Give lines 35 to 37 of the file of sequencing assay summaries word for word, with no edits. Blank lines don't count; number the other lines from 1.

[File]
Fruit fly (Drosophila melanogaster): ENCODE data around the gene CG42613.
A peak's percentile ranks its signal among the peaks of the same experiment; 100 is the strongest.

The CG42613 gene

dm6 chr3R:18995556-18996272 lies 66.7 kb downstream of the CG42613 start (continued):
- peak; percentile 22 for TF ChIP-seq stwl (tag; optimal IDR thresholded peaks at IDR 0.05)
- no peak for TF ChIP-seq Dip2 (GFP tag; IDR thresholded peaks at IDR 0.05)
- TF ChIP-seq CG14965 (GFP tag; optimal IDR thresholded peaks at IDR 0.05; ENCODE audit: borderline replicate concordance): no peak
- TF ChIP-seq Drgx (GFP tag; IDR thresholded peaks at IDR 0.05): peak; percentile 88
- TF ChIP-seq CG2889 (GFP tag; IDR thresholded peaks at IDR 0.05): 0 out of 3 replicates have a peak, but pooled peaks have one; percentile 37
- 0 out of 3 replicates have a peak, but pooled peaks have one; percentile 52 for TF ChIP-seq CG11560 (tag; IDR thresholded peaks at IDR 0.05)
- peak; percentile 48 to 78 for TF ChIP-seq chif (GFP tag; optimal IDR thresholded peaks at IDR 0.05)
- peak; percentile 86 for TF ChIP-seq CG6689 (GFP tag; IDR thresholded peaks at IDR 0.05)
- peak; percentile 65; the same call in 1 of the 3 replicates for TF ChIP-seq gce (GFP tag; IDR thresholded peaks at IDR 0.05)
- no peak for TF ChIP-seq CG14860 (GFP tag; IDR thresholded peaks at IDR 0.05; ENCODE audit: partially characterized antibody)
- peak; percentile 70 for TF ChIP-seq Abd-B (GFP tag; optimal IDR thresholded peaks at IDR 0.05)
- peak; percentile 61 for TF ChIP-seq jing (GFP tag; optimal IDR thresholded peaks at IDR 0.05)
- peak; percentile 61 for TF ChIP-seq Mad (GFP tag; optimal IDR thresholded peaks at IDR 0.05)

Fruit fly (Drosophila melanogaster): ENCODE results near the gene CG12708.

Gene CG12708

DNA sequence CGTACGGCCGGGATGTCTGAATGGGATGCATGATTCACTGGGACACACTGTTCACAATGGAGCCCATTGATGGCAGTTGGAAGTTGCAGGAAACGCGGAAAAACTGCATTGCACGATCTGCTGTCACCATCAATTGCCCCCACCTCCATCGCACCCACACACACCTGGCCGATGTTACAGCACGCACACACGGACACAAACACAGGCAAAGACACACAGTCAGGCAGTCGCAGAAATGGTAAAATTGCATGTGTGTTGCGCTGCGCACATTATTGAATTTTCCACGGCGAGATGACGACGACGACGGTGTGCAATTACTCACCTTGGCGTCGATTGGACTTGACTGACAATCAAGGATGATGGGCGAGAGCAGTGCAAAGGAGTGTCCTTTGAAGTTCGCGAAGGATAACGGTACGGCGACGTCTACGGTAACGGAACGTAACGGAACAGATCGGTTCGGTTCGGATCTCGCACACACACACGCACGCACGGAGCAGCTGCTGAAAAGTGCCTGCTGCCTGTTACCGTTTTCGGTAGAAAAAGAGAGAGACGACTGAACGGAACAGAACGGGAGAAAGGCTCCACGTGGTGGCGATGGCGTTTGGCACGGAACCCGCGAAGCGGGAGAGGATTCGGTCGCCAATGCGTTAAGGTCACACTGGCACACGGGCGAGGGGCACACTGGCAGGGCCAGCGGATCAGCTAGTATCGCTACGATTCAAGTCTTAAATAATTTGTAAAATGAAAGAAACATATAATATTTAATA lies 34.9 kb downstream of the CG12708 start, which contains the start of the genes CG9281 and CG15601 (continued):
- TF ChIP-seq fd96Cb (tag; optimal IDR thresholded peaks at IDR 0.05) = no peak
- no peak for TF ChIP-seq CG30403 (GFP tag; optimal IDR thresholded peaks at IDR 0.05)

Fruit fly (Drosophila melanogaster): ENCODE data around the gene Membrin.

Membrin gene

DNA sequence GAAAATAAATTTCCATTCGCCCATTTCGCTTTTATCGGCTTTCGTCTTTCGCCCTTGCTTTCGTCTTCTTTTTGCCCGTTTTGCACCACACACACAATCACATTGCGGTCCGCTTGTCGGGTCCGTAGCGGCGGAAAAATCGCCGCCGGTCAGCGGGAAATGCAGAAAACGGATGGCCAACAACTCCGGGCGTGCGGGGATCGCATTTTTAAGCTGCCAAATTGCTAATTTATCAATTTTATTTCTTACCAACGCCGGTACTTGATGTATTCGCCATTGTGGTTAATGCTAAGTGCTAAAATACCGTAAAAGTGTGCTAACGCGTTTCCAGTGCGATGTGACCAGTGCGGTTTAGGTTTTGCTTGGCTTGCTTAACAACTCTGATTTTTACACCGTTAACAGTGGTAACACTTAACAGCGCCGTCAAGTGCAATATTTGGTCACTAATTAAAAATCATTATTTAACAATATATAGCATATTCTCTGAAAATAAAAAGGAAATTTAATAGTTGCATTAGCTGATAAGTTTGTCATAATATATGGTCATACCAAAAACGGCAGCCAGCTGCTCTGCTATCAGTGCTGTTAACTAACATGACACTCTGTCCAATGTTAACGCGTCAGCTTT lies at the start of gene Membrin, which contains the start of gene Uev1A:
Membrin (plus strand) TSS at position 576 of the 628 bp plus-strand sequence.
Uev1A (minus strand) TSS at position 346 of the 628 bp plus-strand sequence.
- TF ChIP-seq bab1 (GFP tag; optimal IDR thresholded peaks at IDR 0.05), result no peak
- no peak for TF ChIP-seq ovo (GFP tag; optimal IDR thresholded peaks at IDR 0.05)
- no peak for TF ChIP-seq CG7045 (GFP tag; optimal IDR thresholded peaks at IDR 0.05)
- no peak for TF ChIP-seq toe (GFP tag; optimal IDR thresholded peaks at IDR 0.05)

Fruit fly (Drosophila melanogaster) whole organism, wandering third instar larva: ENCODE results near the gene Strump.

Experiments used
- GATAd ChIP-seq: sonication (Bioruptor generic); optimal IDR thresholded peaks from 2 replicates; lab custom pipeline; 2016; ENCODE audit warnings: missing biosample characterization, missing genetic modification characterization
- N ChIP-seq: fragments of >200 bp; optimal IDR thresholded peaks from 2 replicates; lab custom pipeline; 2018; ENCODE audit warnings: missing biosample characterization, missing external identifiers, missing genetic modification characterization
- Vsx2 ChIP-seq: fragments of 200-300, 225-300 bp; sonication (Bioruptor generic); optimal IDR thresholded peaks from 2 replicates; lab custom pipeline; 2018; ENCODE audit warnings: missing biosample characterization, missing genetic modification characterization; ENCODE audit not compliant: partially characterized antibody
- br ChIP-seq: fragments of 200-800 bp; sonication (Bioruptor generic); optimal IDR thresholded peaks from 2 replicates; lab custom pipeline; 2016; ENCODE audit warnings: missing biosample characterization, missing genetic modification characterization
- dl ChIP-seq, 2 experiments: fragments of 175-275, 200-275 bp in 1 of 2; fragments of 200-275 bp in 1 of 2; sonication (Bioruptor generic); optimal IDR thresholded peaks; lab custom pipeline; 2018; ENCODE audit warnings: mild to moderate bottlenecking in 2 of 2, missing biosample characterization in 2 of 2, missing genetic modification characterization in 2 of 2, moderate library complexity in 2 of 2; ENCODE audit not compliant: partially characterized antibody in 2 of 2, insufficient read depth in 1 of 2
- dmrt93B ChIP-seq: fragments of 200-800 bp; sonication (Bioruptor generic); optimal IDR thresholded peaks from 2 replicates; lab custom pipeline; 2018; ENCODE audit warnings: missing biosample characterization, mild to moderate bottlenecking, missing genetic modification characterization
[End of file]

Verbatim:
- N ChIP-seq: fragments of >200 bp; optimal IDR thresholded peaks from 2 replicates; lab custom pipeline; 2018; ENCODE audit warnings: missing biosample characterization, missing external identifiers, missing genetic modification characterization
- Vsx2 ChIP-seq: fragments of 200-300, 225-300 bp; sonication (Bioruptor generic); optimal IDR thresholded peaks from 2 replicates; lab custom pipeline; 2018; ENCODE audit warnings: missing biosample characterization, missing genetic modification characterization; ENCODE audit not compliant: partially characterized antibody
- br ChIP-seq: fragments of 200-800 bp; sonication (Bioruptor generic); optimal IDR thresholded peaks from 2 replicates; lab custom pipeline; 2016; ENCODE audit warnings: missing biosample characterization, missing genetic modification characterization